ITD at SURF: Building a network deep underground

Recently, the Fermilab Information Technology Division’s Network Services group members Tim Niemiec and Alan Varghese, along with Bob Sieloff, IT liaison to DUNE, made a weeklong trip to the Sanford Underground Research Facility, the future home of the DUNE far detector. Network Services worked on several upgrade projects to expand and improve the Fermilab network at SURF in Lead, South Dakota. The Fermilab network at SURF, which includes underground tunnels, is treated as and behaves like an extension of the local Batavia Fermilab network.

SURF’s network infrastructure must be put in place before scientists arrive to build the detectors and conduct their research, but this infrastructure must also be available to excavation crews and others currently working at the site for safety and communication. As the IT liaison, Sieloff serves as the point of contact between SURF and the Fermilab Information Technology Division.

From left to right: Bob Sieloff, Alan Varghese and Tim Niemiec. Photo: Bob Sieloff

“We have had several weeklong trips to SURF since 2019 to build out the general network infrastructure there and to make a working environment similar to the Batavia site,” said Andrey Bobyshev, Network Services group leader. “Last October, Tim [Niemiec] and Alan [Varghese] worked on expanding the seismic sensor network for excavation work, upgraded wireless network, installed required updates to software on routers and switches, and isolated a fiber fault in the nearly mile-long shaft leading to the tunnels. The trip’s success was due to six months of planning and remote support by staff back in Batavia.”

Among the trip’s biggest accomplishments was the deployment of the new, centrally managed Wi-Fi infrastructure in the Ross Dry building and the underground tunnels. Network Services members Adam West and Greg Stonehocker pre-staged the new system before the trip and then worked remotely with Niemiec and Varghese to deploy it in production at SURF. As a result, the wireless service has been extended underground for added convenience of the construction and operations crews and now allows for video-conferencing and other common uses of wireless capabilities deep underground.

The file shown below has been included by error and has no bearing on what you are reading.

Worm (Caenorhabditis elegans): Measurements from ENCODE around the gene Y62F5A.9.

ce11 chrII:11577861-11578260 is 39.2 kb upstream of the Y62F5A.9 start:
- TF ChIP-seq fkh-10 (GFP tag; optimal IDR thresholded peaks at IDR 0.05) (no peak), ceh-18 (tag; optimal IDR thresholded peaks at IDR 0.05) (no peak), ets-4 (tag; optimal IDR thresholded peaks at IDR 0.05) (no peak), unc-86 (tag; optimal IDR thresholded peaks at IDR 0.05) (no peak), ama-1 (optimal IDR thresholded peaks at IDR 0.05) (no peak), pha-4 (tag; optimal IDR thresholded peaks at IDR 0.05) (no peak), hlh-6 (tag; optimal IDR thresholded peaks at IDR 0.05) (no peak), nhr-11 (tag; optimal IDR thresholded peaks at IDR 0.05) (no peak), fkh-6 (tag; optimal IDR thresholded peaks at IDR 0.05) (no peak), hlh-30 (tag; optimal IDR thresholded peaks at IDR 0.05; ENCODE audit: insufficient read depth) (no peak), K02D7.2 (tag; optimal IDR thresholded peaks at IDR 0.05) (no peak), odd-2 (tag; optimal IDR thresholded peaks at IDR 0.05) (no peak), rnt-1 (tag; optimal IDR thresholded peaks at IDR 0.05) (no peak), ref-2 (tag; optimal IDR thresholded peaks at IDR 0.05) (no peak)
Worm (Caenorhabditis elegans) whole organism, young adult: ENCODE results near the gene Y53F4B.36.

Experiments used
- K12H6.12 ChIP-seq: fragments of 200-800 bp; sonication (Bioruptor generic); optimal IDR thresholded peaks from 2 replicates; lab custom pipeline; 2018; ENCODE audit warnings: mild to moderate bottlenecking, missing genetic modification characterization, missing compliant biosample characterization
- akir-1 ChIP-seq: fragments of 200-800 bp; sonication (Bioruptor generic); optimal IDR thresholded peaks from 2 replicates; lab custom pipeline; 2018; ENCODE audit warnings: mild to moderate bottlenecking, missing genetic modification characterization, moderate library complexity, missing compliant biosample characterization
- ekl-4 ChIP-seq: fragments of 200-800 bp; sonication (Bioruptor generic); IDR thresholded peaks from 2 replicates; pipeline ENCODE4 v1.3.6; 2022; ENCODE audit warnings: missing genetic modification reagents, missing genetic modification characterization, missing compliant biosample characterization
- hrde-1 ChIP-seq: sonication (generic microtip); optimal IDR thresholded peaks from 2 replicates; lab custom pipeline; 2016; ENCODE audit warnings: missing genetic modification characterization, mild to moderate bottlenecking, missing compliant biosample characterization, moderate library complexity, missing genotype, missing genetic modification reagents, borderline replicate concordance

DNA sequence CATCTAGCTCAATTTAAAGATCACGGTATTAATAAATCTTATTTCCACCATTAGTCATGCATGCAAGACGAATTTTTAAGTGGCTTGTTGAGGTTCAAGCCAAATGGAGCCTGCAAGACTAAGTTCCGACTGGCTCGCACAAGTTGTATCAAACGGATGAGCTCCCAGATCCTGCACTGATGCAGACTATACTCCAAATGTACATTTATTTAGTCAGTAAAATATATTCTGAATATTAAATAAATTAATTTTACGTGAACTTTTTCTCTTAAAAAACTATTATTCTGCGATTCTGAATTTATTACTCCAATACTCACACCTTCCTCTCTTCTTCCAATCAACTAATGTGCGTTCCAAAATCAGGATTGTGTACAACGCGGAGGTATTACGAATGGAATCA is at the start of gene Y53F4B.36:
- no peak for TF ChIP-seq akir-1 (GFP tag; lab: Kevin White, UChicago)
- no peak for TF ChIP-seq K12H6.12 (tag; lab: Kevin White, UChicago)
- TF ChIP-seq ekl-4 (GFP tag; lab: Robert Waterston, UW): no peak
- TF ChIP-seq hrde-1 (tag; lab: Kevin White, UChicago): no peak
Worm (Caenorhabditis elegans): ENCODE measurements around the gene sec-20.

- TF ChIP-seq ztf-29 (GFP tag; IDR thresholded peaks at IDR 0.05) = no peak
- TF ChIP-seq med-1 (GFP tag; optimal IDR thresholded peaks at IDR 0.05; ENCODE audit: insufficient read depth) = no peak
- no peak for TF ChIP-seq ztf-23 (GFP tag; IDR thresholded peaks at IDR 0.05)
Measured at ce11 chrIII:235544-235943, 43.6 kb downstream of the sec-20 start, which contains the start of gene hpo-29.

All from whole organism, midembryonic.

The 4850 level North Detector Cavern under excavation. Photo: Bob Sieloff

Working on a project of this scale is not without its challenges.

“Working a mile underground takes some getting used to,” said Niemiec. “In addition to the usual equipment we need, there are respirators and other special safety gear that allow us to work in very dusty and near-blackout conditions.”

There are also challenges with deploying devices so far underground.

“Before deploying devices, we had to test them to make sure they worked properly,” said Varghese. “Underground, if the device doesn’t work, there’s no way you can fix it. You have to come up, and you don’t know when you’ll get the chance to go down again. Everything needs to be checked very carefully and tested as much as possible.”

Tim Niemiec and Alan Varghese working on setting up network connectivity underground. Photo: Bob Sieloff

But for now, being a part of laying the groundwork for DUNE is very exciting for all involved. In addition to this work, the team is also expanding wide-area network connectivity between Fermilab and SURF. Led by Phil Demar and Eric Smith from Fermilab and ESnet respectively, the team is working with the national fiber providers to bring two diverse 100G fibers between the two locations in order to support wide-area networking for DUNE and the Long-Baseline Neutrino Facility. In the meantime, a new 10G End-to-End circuit provisioned in January 2022 across several R&D wide-area networks currently serves as the primary path from Fermilab to SURF.